Do they see what I see? OPEC’s Secretary General Mohammad Barkindo is telling us that the global oil market is rebalancing fast as the glut of refined products is gone as he and OPEC take a victory lap ahead of their November OPEC meeting. The strongest global demand growth we have seen in at least the last two years, if not longer, gets some of the credit it appears that OPEC sees the glut of oil almost gone. At the same time, OPEC is calling on shale oil producers to help push prices even higher and complete one of the greatest oil and product supply drains in recorded history.
Barkindo was clear. He said that "There is unmistakable evidence that the market is rebalancing. The process of global destocking continues, both onshore and offshore with positive developments in recent months showing not only a quickening of the process but a massive drainage of oil tanks across all regions." He also pointed out that the growth in U.S. shale oil output had slowed compared to the first half of 2017 and growth in global demand may show further upward revisions, giving the supply cut effort tailwind, according to Reuters.
OPEC put OECD oil stocks, as of August, had fallen to 170 million barrels above the five-year average, down from 340 million barrels in January. Barkindo said in the speech that 145 million barrels of the remaining 170 million-barrel surplus were crude, but inventories of refined products were approaching the desired level. "Just a mere 25 million barrels are products, almost converging with the five-year average."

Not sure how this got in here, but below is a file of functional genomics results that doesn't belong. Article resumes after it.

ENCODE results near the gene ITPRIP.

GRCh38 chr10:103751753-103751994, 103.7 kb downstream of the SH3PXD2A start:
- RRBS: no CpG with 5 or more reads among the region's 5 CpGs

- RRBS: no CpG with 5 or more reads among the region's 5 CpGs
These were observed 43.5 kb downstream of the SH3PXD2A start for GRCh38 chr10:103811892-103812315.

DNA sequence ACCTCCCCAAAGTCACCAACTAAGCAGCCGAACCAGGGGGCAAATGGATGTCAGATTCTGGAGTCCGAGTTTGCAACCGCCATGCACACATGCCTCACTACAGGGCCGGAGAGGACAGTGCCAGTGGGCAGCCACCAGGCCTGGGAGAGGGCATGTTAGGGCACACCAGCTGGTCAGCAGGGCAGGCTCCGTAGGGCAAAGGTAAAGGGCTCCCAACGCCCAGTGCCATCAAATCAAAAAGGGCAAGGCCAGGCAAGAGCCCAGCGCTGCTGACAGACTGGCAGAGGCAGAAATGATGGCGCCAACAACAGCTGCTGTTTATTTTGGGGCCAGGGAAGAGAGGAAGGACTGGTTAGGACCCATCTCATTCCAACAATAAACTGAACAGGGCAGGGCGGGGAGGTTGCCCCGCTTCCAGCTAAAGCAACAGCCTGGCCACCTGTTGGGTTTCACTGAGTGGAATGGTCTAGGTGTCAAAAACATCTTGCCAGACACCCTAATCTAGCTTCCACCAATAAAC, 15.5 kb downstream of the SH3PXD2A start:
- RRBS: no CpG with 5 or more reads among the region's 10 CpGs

The Energy Report has been reporting on this and we expected it. We never doubted OPEC’s resolve to reduce global supply and we do not doubt that they will extend cuts at their next meeting. We also predict that Libya and Nigeria will agree to a future production cap.
OPEC is also looking at shale producers to join into their little production cut conspiracy. Barkindo, in a speech to shale oil producers, said “We urge our friends, in the shale basins of North America to take this shared responsibility with all seriousness it deserves, as one of the key lessons learned from the current unique supply-driven cycle. At the moment, we (OPEC and independent U.S. producers) both agreed that we have a shared responsibility in maintaining stability because they are also not insulated from the impact of this downturn. Will Congress start investigating shale for collusion?
Shale producers do have to be smarter about production. You can’t lose money on every barrel and try to make up for it in volume. There is a strong sign that U.S. shale producers are getting the message at least the smart ones are.